Historical Skating Rink within the „Planten un Blomen“ Park, Hamburg

“Planten un Blomen” is a park landscape in central Hamburg incorporating a variety of theme gardens and special features.  Created originally in 1863, as a zoological garden and during the course of international and national garden fairs in 1953, 1963 and 1973, this park not only displayed  theme gardens and water attractions, but also buildings designed by architects, which altered and extended its structure over the years.  The wall ramparts and the exhibition area in Planten un Blomen were already in existence from 1953.

Project data

Place: Holstenwall 30, 20355 Hamburg
Builder: Bezirksamt Hamburg-Mitte
Planning: 2015 – 2016
Construction time: 2016 – 2017
Costs: 4.152.800 €
Total Area: 4098 mIce Rink 2387 m2 Building
Photograph: Hagen Stier
Awards: Heinze Award Publikumspreis 2019 – 1.Platz, German Design Award – Winner Eccellent Architecture 2020, IF DESIGN AWARD 2020, BDA Hamburg Architektur Preis 2020 – 3. Preisrang

4 300m² of Open Air Ice Rink

The ice rink, originally built in October 1935 to celebrate the Hamburg Garden Show, was extended in 1973, integrating the wall ramparts. A café protruding out of the hillside into the park, was originally planned with more volume, but constructed on a much smaller scale (architect unknown).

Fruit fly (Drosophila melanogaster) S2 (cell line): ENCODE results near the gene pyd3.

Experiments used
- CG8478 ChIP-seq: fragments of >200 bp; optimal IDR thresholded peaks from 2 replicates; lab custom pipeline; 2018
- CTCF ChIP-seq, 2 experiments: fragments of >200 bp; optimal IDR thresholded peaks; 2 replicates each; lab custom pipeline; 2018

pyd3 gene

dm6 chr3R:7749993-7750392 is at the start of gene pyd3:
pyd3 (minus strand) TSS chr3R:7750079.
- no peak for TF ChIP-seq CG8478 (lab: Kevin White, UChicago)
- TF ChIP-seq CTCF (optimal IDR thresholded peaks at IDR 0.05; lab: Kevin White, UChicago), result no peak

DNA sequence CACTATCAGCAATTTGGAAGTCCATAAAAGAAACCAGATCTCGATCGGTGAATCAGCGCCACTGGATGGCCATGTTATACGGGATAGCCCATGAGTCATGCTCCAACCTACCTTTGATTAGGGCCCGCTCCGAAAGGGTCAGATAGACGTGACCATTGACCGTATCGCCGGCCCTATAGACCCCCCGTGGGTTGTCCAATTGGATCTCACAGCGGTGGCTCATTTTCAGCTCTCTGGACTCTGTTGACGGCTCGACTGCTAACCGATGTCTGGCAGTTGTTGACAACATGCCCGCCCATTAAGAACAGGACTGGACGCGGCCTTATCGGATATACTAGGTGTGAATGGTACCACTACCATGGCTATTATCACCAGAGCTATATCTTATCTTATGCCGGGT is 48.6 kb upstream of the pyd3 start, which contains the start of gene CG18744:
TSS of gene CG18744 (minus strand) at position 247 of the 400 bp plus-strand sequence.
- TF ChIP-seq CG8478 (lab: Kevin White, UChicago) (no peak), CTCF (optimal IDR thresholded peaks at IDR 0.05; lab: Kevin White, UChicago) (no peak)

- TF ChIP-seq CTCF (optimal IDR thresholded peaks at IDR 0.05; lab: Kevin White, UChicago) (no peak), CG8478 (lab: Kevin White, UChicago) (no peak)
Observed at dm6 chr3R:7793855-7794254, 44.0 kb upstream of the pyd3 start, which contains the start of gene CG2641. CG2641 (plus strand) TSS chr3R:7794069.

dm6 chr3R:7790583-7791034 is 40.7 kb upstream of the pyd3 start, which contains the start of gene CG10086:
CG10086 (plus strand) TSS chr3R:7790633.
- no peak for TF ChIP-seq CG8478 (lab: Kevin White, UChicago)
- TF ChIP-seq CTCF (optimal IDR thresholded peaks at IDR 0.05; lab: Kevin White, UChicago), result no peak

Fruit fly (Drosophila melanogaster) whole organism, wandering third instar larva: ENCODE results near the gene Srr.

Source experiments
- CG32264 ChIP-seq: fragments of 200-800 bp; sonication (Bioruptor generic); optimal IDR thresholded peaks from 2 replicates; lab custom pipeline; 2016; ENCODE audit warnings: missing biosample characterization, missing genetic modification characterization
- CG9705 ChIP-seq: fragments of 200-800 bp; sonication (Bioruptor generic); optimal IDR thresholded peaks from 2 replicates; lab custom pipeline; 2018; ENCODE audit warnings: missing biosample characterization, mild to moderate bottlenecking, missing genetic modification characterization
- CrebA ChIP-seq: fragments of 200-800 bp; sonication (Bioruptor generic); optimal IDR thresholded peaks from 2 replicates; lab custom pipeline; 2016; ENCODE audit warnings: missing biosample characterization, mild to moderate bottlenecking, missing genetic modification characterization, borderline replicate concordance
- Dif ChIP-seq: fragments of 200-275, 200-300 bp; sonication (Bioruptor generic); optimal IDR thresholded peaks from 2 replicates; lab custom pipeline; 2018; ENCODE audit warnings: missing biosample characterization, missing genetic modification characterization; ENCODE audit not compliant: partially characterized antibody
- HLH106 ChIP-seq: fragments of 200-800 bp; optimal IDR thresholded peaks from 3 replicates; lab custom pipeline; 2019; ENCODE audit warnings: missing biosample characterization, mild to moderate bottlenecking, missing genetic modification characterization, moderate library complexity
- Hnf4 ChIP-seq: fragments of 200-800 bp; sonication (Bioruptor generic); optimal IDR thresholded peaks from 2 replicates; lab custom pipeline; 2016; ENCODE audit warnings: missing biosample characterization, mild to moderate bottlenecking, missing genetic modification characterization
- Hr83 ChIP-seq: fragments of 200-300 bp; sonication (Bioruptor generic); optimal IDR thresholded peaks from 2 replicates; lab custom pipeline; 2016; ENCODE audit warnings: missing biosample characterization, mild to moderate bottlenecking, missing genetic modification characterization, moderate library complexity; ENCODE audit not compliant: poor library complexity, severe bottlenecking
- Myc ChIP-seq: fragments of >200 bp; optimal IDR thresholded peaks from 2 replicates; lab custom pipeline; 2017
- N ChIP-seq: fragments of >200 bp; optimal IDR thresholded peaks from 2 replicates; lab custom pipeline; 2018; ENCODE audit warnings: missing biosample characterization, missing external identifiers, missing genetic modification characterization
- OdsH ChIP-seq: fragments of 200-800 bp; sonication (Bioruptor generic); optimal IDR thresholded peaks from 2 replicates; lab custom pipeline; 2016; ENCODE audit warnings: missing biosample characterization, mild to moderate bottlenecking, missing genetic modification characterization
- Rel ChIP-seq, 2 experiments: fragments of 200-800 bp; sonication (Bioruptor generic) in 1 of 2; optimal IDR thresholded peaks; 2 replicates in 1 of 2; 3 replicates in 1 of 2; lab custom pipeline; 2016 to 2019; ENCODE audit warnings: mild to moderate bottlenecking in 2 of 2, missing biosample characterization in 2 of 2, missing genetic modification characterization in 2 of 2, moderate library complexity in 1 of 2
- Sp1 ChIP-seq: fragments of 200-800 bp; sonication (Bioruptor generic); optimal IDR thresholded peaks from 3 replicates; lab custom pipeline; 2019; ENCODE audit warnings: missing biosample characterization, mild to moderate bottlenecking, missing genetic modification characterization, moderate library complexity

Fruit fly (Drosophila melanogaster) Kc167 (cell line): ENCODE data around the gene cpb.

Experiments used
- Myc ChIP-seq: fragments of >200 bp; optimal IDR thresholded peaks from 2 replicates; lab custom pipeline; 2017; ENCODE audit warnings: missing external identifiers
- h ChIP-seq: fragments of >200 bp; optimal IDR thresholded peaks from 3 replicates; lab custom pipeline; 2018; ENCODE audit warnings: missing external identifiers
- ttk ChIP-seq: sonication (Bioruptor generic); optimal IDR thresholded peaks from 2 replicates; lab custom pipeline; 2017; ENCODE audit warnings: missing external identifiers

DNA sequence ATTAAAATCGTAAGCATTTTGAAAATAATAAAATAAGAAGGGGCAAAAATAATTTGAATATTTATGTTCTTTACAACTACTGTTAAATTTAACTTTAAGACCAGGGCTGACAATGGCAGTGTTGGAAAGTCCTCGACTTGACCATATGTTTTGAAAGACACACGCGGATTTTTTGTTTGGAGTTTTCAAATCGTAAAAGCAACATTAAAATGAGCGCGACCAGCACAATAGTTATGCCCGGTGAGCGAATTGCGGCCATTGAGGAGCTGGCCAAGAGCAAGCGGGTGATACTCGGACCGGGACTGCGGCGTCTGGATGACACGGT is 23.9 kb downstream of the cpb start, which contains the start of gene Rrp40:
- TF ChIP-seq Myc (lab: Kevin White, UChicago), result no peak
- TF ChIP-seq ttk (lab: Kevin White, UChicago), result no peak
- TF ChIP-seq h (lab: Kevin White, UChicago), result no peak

rimpf Architecture in Hamburg, having competed in a VOF, received a tender for a complete overhaul and extension of the popular Hamburg park, with which so many locals identify themselves. A new, multifunctional building, as well as a garage for the upkeep of ice rink maintenance machines, replaced the extensive rostrum. The design incorporated a new café and the shift of the main entrance to Holstenwall.

Easy Disability Access and Revision of Design

Following a revision of the design by rimpf Architecture, the café adjoined the ice rink at ground level, thus offering easy disability access. The central sanitary area was re-designed, a highlight being the illuminated Planten an Blomen scenes on the walls.
It had been planned that the walls in the open lounge area around the ice rink be paneled. rimpf Architects altered this to a horizontal rhombus, larch wood cladding throughout, with the exception of the doors and entrance areas.
The previous wooden ceiling paneling was removed in order to avoid a compact impression. The resulting concrete ribbed ceiling was merely cleaned up and left.

A Colourful Sport and Recreational Area with Historical Background

The area is a sport and leisure area, where practicability and functionality are of the essence. The concrete construction of the ribbed ceiling, joists, concrete parapets and supports, the natural wooden wall paneling and the glass facades are examples of consistently reduced, eye-catching building elements.
The black-green rubber studded flooring is a further example of this. Historical pictures which have been retained and are displayed on the balcony parapets, are equally striking and colourful. rimpf Architecture adopted the same colour design elements of the 1972 Munich Olympic Games. This continues through the partitions of the ribbed ceiling and the slats of the sunblinds providing uniformity of the whole.